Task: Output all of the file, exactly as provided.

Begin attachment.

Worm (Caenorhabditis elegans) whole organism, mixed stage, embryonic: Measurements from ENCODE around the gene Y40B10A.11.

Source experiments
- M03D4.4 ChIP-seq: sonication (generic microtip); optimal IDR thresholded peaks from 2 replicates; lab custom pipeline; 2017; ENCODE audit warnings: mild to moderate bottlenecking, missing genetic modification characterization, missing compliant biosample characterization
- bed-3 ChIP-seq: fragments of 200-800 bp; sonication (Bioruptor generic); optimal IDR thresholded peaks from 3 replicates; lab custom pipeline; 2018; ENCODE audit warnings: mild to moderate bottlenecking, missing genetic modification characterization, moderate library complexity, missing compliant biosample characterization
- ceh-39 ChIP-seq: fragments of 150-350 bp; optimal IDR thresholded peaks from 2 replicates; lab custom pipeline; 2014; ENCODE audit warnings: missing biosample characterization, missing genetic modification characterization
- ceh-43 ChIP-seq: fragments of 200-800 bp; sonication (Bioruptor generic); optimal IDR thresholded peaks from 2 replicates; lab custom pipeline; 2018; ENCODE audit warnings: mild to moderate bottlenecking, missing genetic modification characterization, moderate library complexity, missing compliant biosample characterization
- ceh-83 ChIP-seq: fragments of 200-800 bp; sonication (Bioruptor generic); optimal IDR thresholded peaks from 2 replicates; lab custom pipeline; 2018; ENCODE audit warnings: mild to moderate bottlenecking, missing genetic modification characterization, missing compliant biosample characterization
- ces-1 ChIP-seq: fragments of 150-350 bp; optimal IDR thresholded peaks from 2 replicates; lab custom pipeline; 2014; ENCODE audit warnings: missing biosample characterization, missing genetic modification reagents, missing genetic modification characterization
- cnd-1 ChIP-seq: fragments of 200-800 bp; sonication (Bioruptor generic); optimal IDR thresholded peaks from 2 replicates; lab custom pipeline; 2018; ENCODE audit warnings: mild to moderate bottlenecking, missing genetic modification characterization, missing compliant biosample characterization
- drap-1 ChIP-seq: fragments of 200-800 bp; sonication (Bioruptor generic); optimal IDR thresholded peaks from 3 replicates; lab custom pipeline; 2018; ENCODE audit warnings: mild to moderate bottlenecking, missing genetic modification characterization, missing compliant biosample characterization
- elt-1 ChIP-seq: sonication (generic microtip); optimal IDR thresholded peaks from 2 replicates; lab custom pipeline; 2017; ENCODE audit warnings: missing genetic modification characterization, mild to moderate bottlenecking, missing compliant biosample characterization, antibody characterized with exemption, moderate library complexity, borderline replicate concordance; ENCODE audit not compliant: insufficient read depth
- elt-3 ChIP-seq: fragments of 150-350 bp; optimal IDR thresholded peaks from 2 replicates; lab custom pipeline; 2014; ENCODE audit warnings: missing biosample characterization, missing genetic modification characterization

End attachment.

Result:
Worm (Caenorhabditis elegans) whole organism, mixed stage, embryonic: Measurements from ENCODE around the gene Y40B10A.11.

Source experiments
- M03D4.4 ChIP-seq: sonication (generic microtip); optimal IDR thresholded peaks from 2 replicates; lab custom pipeline; 2017; ENCODE audit warnings: mild to moderate bottlenecking, missing genetic modification characterization, missing compliant biosample characterization
- bed-3 ChIP-seq: fragments of 200-800 bp; sonication (Bioruptor generic); optimal IDR thresholded peaks from 3 replicates; lab custom pipeline; 2018; ENCODE audit warnings: mild to moderate bottlenecking, missing genetic modification characterization, moderate library complexity, missing compliant biosample characterization
- ceh-39 ChIP-seq: fragments of 150-350 bp; optimal IDR thresholded peaks from 2 replicates; lab custom pipeline; 2014; ENCODE audit warnings: missing biosample characterization, missing genetic modification characterization
- ceh-43 ChIP-seq: fragments of 200-800 bp; sonication (Bioruptor generic); optimal IDR thresholded peaks from 2 replicates; lab custom pipeline; 2018; ENCODE audit warnings: mild to moderate bottlenecking, missing genetic modification characterization, moderate library complexity, missing compliant biosample characterization
- ceh-83 ChIP-seq: fragments of 200-800 bp; sonication (Bioruptor generic); optimal IDR thresholded peaks from 2 replicates; lab custom pipeline; 2018; ENCODE audit warnings: mild to moderate bottlenecking, missing genetic modification characterization, missing compliant biosample characterization
- ces-1 ChIP-seq: fragments of 150-350 bp; optimal IDR thresholded peaks from 2 replicates; lab custom pipeline; 2014; ENCODE audit warnings: missing biosample characterization, missing genetic modification reagents, missing genetic modification characterization
- cnd-1 ChIP-seq: fragments of 200-800 bp; sonication (Bioruptor generic); optimal IDR thresholded peaks from 2 replicates; lab custom pipeline; 2018; ENCODE audit warnings: mild to moderate bottlenecking, missing genetic modification characterization, missing compliant biosample characterization
- drap-1 ChIP-seq: fragments of 200-800 bp; sonication (Bioruptor generic); optimal IDR thresholded peaks from 3 replicates; lab custom pipeline; 2018; ENCODE audit warnings: mild to moderate bottlenecking, missing genetic modification characterization, missing compliant biosample characterization
- elt-1 ChIP-seq: sonication (generic microtip); optimal IDR thresholded peaks from 2 replicates; lab custom pipeline; 2017; ENCODE audit warnings: missing genetic modification characterization, mild to moderate bottlenecking, missing compliant biosample characterization, antibody characterized with exemption, moderate library complexity, borderline replicate concordance; ENCODE audit not compliant: insufficient read depth
- elt-3 ChIP-seq: fragments of 150-350 bp; optimal IDR thresholded peaks from 2 replicates; lab custom pipeline; 2014; ENCODE audit warnings: missing biosample characterization, missing genetic modification characterization